The long goodbye has ended. The Mets' "Franchise" is gone.

Tom Seaver, the greatest of all Mets who dropped out of public life in March of 2019 after being diagnosed with dementia, died early Monday. According to family sources, Seaver, 75, died peacefully at his home in Calistoga, Calif., from complications from COVID-19 and dementia.

He leaves behind 311 victories, 3,640 career strikeouts, three Cy Young Awards and countless millions of New York baseball fans who will forever cherish the memories of the Miracle Mets 1969 championship season and his starring role in it.

In the annals of baseball there will never be a more improbable World Series champion than the '69 Mets, who had never had a winning season since their inception in 1962. Seaver was the catalyst, the ace of a young and talented pitching staff that included Jerry Koosman, Nolan Ryan and Gary Gentry, who all blossomed together.

Leading the league with 25 wins en route to his first Cy Young Award, Seaver hurled eight consecutive complete game victories from Aug. 31-Sept. 27 as the Mets rallied from as far back as 10 games behind on Aug. 13 to chase down Leo Durocher's Cubs.

Earlier that season, on July 9 against the Cubs, Seaver pitched what he called the "greatest game of my career" in an emotionally charged night at Shea when he took a perfect game into the ninth inning only to lose it on a one-out looping single to left-center field. Seaver took two other no-hitters into the ninth inning in his career before finally succeeding, June 16, 1978, against the Cardinals while a member of the Reds.

"A no-hitter is momentary," he said afterward. "You enjoy the moment. But nothing can ever compare to winning a World Series."

After sweeping the Atlanta Braves 3-0 in the '69 National League Championship Series, the Mets completed their miracle season by upsetting the Orioles of Frank and Brooks Robinson, Jim Palmer and Boog Powell, who'd led the majors with 109 wins, in the World Series. Seaver was outpitched by Mike Cuellar in Game 1, but redeemed himself mightily by holding the Orioles to one run in a 10-inning complete game victory in Game 4.

The next day, Koosman hurled another complete game to clinch the Series.

It was sometime during the '69 season that Jack Lang, the Mets beat writer for the Long Island Press, began referring to Seaver as "Tom Terrific" in his game stories — a moniker that stuck for the rest of his career and beyond.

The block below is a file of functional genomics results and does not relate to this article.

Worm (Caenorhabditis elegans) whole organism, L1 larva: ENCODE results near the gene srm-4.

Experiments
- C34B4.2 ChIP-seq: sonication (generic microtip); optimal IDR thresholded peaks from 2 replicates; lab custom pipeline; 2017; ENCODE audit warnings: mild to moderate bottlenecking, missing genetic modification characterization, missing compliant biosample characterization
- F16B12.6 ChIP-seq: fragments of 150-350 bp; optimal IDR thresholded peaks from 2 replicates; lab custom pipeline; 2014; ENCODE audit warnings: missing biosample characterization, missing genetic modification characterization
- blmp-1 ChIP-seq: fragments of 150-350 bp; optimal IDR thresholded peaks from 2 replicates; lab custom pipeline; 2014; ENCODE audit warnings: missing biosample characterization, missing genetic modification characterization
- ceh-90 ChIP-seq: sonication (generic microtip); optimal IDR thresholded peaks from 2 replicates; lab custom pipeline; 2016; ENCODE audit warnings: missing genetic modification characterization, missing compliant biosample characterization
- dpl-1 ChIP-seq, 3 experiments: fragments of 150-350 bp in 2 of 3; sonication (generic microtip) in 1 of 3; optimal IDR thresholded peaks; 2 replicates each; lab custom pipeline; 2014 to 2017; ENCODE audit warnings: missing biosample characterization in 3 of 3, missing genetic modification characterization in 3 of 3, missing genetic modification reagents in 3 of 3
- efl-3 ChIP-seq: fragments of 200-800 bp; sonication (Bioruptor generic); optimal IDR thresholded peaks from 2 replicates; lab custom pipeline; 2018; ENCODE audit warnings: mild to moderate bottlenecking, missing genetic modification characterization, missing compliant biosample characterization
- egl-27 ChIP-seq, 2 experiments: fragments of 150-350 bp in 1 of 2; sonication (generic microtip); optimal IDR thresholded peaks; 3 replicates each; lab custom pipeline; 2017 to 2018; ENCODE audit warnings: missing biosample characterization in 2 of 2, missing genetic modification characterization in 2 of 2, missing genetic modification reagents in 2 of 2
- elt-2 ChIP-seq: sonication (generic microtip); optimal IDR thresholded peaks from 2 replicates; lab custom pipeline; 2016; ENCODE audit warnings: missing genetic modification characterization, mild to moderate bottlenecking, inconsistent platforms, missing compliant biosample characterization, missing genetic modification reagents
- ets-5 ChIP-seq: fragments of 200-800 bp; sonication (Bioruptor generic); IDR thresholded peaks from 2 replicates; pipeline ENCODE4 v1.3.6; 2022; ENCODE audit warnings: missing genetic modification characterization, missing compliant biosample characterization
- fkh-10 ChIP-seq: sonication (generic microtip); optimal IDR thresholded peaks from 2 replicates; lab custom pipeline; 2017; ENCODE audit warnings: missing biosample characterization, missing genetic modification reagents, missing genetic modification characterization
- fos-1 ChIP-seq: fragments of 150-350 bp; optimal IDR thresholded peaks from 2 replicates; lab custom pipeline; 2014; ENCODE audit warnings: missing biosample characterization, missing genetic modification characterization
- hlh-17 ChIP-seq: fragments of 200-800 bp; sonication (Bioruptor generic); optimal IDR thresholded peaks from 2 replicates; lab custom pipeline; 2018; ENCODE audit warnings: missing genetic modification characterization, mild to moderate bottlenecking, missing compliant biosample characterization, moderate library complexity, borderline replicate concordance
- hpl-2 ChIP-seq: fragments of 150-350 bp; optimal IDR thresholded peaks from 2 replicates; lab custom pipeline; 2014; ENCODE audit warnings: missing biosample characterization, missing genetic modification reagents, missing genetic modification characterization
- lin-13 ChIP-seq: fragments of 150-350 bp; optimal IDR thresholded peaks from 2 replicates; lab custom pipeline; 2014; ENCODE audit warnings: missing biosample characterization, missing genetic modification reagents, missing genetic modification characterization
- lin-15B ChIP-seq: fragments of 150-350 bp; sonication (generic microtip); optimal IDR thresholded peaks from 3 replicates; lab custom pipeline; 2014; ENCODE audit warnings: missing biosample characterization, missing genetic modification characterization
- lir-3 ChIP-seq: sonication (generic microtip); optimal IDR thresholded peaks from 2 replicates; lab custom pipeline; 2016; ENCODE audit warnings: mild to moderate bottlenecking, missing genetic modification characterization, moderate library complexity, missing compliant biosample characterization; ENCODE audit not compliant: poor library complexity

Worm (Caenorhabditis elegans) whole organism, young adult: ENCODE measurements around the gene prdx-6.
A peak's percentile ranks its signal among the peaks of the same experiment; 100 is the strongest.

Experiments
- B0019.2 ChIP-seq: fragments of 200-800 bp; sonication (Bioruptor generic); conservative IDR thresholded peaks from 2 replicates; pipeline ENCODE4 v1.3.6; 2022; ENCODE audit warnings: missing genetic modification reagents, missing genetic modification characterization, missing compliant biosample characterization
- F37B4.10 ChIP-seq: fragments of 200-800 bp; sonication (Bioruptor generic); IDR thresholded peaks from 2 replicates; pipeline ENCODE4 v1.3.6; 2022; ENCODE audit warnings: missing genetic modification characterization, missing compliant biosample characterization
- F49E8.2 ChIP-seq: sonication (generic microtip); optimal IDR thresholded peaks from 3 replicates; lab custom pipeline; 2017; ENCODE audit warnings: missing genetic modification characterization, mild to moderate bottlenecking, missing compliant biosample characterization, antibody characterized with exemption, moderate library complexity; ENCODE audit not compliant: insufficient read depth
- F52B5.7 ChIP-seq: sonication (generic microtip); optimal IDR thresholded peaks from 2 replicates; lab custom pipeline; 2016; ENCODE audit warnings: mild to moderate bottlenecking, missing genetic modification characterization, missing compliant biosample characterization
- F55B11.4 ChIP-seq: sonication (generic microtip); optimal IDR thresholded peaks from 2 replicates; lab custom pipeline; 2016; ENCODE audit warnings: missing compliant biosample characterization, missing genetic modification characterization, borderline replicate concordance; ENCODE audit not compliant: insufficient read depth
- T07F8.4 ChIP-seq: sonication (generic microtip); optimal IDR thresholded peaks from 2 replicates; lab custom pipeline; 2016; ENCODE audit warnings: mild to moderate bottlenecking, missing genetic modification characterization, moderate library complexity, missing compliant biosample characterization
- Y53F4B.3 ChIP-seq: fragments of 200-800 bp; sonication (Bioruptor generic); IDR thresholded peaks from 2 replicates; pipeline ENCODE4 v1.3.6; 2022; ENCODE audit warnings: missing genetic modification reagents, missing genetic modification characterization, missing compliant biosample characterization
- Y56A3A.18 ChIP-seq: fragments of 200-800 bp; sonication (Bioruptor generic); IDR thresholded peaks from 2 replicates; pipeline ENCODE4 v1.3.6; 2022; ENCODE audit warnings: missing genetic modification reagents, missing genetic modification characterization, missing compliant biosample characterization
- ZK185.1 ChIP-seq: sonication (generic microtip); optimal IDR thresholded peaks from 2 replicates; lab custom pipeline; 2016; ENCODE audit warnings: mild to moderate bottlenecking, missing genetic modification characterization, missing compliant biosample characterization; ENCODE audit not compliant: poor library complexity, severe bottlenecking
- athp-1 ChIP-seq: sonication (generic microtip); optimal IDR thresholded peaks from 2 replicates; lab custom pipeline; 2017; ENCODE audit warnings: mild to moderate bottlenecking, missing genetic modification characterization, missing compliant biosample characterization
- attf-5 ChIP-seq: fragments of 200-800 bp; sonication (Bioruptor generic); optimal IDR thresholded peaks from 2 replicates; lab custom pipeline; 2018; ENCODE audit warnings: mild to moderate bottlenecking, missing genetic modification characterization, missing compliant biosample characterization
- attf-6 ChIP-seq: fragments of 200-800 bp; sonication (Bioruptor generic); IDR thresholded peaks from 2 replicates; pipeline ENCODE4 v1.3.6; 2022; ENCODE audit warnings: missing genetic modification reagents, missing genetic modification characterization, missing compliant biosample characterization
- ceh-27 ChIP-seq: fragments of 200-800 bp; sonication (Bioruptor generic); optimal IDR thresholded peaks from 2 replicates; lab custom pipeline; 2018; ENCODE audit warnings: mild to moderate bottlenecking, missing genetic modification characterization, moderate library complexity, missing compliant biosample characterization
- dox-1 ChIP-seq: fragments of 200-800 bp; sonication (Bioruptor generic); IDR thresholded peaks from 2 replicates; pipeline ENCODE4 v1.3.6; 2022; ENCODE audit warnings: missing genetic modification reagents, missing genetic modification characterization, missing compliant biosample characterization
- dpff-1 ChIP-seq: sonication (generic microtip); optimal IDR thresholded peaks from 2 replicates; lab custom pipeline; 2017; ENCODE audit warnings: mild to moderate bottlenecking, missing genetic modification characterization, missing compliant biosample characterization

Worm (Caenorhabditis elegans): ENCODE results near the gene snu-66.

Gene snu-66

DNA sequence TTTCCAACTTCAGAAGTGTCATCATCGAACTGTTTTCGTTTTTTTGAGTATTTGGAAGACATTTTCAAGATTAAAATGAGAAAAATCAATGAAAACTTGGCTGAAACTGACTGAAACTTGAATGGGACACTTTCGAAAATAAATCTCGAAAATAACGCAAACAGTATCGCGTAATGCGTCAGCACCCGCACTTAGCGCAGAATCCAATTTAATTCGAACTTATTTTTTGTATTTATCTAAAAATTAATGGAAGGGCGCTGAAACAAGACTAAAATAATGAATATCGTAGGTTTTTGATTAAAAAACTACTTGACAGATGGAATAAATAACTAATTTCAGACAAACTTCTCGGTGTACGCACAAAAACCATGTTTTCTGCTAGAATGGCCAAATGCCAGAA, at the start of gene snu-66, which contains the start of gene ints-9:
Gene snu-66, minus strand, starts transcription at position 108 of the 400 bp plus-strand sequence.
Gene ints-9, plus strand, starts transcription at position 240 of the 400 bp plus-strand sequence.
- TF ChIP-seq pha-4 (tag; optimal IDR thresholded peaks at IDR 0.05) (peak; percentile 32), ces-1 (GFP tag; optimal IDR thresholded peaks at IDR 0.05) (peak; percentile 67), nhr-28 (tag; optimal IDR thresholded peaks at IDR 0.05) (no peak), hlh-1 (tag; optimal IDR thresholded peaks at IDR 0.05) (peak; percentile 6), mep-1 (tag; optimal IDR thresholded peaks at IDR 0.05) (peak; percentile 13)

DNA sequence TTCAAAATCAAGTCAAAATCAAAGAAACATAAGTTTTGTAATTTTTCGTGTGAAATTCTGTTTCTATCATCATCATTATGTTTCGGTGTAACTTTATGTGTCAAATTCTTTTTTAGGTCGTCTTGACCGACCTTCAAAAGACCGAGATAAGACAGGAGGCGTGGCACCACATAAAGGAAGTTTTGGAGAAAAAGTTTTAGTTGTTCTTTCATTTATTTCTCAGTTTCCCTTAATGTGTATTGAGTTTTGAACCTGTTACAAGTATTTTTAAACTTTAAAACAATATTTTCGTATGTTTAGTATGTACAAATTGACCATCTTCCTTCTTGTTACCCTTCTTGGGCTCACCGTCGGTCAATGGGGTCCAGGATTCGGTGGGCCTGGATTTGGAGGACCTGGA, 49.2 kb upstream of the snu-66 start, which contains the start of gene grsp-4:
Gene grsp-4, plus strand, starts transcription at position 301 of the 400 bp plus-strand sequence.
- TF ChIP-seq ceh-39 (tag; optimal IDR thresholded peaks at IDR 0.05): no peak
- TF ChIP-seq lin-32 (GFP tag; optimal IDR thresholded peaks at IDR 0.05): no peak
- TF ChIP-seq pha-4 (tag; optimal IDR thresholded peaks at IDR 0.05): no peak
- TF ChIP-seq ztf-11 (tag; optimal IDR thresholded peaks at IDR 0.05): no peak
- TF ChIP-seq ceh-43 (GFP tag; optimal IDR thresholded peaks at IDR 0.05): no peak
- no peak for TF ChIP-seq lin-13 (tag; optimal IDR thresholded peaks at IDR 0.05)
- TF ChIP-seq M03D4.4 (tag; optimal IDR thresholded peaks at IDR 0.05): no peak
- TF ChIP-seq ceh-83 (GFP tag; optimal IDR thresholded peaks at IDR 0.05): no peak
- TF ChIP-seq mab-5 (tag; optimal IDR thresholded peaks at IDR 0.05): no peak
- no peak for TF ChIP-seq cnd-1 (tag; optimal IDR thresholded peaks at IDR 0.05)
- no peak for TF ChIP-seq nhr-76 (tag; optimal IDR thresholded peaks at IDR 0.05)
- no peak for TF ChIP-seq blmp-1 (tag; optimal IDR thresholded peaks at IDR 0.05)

After one year in the minors, Seaver earned a spot in the Mets rotation in 1967 and was named NL Rookie of the Year with a 16-13 record and 2.76 ERA.

If there was one thing Seaver made clear when he joined the Mets it was that he wanted nothing to do with the "lovable losers" image they'd acquired ever since setting the major league record of 120 losses in 1962. When he beat the Dodgers 5-2 on June 3, 1969 to lift the Mets over .500 for the first time in their history, he seethed at a reporter's question about it being worthy of a champagne celebration. "Champagne?" he snapped. "Five-hundred is nothing to celebrate. It's mediocrity. Maybe Marv Throneberry and Rod Kanehl [two of the legendary inept '62 Mets] will celebrate. But I had nothing to do with that. The only time for champagne is when we win a World Series."

Beginning in 1968, Seaver set a slew of strikeout records. On April 22, 1970, he tied the major league record by striking out 19 San Diego Padres in one game, including a record 10 strikeouts in a row to finish it. From 1968-76, he set the all-time record of nine consecutive 200-strikeout seasons. His career total of 3,640 ranks sixth on the all-time list; his 61 shutouts tied for seventh with Ryan.

In 1970 and '71, Seaver led the NL in both ERA (2.81 and 1.76) and strikeouts (283 and 289) but did not win the Cy Young Award. It wasn't until 1973, when he led the Mets to their second World Series, with a 19-10 record and league leading 2.08 ERA, 18 complete games, 251 strikeouts and 0.976 WHIP, that he became the first pitcher to win the Cy Young without winning 20 games. He won his third and final Cy Young in 1975, leading the NL in wins (22-9) and strikeouts (243).

Sadly, after retiring, he was unable to fully enjoy his successful second career and new life as a California winemaker. Sometime around 2010-2011 he began having memory issues, mood swings and occasional flu-like symptoms.

Fearing he'd had a stroke or was suffering from Alzheimer's disease, he did nothing about it. It wasn't until one day in 2012 when he couldn't remember the name of his head vineyard worker that Nancy, his wife, insisted he see a doctor.

In March of 2013, Seaver revealed to the Daily News that he was suffering from a recurrence of the Lyme disease, which he first contracted in 1991 working in his garden in Greenwich.

Because he had taken so long to get it diagnosed, doctors told him the damage to his brain was irreversible and his memory loss likely would get worse.

In October of 2018, he shut off communication with his friends. The following March the Hall of Fame put out a statement that Seaver was suffering from dementia.

He is survived by his wife and two daughters.